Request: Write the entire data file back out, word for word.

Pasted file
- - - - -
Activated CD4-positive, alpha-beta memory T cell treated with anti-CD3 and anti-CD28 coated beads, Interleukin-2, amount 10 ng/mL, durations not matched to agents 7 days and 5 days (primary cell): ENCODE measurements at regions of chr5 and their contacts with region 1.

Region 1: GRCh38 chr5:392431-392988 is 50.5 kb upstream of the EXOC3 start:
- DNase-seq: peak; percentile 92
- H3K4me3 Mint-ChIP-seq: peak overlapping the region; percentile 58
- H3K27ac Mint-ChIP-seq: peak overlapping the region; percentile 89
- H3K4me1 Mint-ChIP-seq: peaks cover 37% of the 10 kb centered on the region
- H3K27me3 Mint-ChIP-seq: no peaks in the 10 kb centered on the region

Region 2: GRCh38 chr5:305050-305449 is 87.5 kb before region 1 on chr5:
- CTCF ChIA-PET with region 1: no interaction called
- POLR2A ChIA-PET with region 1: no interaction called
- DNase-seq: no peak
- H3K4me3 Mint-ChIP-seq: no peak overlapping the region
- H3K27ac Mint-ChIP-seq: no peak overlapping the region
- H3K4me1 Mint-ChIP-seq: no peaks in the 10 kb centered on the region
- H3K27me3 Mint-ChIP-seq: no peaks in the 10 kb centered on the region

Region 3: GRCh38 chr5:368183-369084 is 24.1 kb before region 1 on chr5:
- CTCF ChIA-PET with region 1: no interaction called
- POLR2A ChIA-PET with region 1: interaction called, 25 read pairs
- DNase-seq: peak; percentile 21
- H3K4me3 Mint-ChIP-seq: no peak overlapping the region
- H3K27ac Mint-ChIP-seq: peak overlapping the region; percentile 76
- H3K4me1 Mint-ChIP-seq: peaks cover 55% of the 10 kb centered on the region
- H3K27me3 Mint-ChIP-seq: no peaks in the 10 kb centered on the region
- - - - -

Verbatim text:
Activated CD4-positive, alpha-beta memory T cell treated with anti-CD3 and anti-CD28 coated beads, Interleukin-2, amount 10 ng/mL, durations not matched to agents 7 days and 5 days (primary cell): ENCODE measurements at regions of chr5 and their contacts with region 1.

Region 1: GRCh38 chr5:392431-392988 is 50.5 kb upstream of the EXOC3 start:
- DNase-seq: peak; percentile 92
- H3K4me3 Mint-ChIP-seq: peak overlapping the region; percentile 58
- H3K27ac Mint-ChIP-seq: peak overlapping the region; percentile 89
- H3K4me1 Mint-ChIP-seq: peaks cover 37% of the 10 kb centered on the region
- H3K27me3 Mint-ChIP-seq: no peaks in the 10 kb centered on the region

Region 2: GRCh38 chr5:305050-305449 is 87.5 kb before region 1 on chr5:
- CTCF ChIA-PET with region 1: no interaction called
- POLR2A ChIA-PET with region 1: no interaction called
- DNase-seq: no peak
- H3K4me3 Mint-ChIP-seq: no peak overlapping the region
- H3K27ac Mint-ChIP-seq: no peak overlapping the region
- H3K4me1 Mint-ChIP-seq: no peaks in the 10 kb centered on the region
- H3K27me3 Mint-ChIP-seq: no peaks in the 10 kb centered on the region

Region 3: GRCh38 chr5:368183-369084 is 24.1 kb before region 1 on chr5:
- CTCF ChIA-PET with region 1: no interaction called
- POLR2A ChIA-PET with region 1: interaction called, 25 read pairs
- DNase-seq: peak; percentile 21
- H3K4me3 Mint-ChIP-seq: no peak overlapping the region
- H3K27ac Mint-ChIP-seq: peak overlapping the region; percentile 76
- H3K4me1 Mint-ChIP-seq: peaks cover 55% of the 10 kb centered on the region
- H3K27me3 Mint-ChIP-seq: no peaks in the 10 kb centered on the region